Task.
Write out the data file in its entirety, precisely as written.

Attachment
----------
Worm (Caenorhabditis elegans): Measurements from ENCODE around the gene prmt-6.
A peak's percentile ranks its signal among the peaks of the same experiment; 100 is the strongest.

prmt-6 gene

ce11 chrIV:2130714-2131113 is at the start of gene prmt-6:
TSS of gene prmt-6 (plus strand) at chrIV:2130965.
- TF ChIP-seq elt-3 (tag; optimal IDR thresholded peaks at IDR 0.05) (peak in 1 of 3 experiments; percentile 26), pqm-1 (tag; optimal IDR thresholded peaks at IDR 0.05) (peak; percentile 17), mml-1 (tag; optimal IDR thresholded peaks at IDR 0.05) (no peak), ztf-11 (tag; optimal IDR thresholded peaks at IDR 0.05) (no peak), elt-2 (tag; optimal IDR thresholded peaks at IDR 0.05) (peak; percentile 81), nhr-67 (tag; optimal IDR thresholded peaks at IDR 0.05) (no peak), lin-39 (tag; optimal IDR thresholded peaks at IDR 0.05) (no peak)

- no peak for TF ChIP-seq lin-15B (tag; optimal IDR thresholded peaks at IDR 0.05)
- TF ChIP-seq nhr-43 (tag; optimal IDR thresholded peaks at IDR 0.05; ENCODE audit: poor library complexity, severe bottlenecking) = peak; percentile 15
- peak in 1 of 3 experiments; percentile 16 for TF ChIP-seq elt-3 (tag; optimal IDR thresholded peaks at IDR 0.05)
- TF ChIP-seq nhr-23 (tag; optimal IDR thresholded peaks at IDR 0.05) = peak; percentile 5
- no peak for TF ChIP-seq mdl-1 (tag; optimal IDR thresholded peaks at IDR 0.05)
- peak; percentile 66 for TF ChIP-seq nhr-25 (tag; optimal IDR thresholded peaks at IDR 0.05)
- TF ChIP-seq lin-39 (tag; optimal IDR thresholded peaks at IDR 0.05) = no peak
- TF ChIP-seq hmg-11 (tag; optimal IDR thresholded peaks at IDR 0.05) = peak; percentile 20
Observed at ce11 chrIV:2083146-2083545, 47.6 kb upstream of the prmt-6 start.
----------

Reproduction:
Worm (Caenorhabditis elegans): Measurements from ENCODE around the gene prmt-6.
A peak's percentile ranks its signal among the peaks of the same experiment; 100 is the strongest.

prmt-6 gene

ce11 chrIV:2130714-2131113 is at the start of gene prmt-6:
TSS of gene prmt-6 (plus strand) at chrIV:2130965.
- TF ChIP-seq elt-3 (tag; optimal IDR thresholded peaks at IDR 0.05) (peak in 1 of 3 experiments; percentile 26), pqm-1 (tag; optimal IDR thresholded peaks at IDR 0.05) (peak; percentile 17), mml-1 (tag; optimal IDR thresholded peaks at IDR 0.05) (no peak), ztf-11 (tag; optimal IDR thresholded peaks at IDR 0.05) (no peak), elt-2 (tag; optimal IDR thresholded peaks at IDR 0.05) (peak; percentile 81), nhr-67 (tag; optimal IDR thresholded peaks at IDR 0.05) (no peak), lin-39 (tag; optimal IDR thresholded peaks at IDR 0.05) (no peak)

- no peak for TF ChIP-seq lin-15B (tag; optimal IDR thresholded peaks at IDR 0.05)
- TF ChIP-seq nhr-43 (tag; optimal IDR thresholded peaks at IDR 0.05; ENCODE audit: poor library complexity, severe bottlenecking) = peak; percentile 15
- peak in 1 of 3 experiments; percentile 16 for TF ChIP-seq elt-3 (tag; optimal IDR thresholded peaks at IDR 0.05)
- TF ChIP-seq nhr-23 (tag; optimal IDR thresholded peaks at IDR 0.05) = peak; percentile 5
- no peak for TF ChIP-seq mdl-1 (tag; optimal IDR thresholded peaks at IDR 0.05)
- peak; percentile 66 for TF ChIP-seq nhr-25 (tag; optimal IDR thresholded peaks at IDR 0.05)
- TF ChIP-seq lin-39 (tag; optimal IDR thresholded peaks at IDR 0.05) = no peak
- TF ChIP-seq hmg-11 (tag; optimal IDR thresholded peaks at IDR 0.05) = peak; percentile 20
Observed at ce11 chrIV:2083146-2083545, 47.6 kb upstream of the prmt-6 start.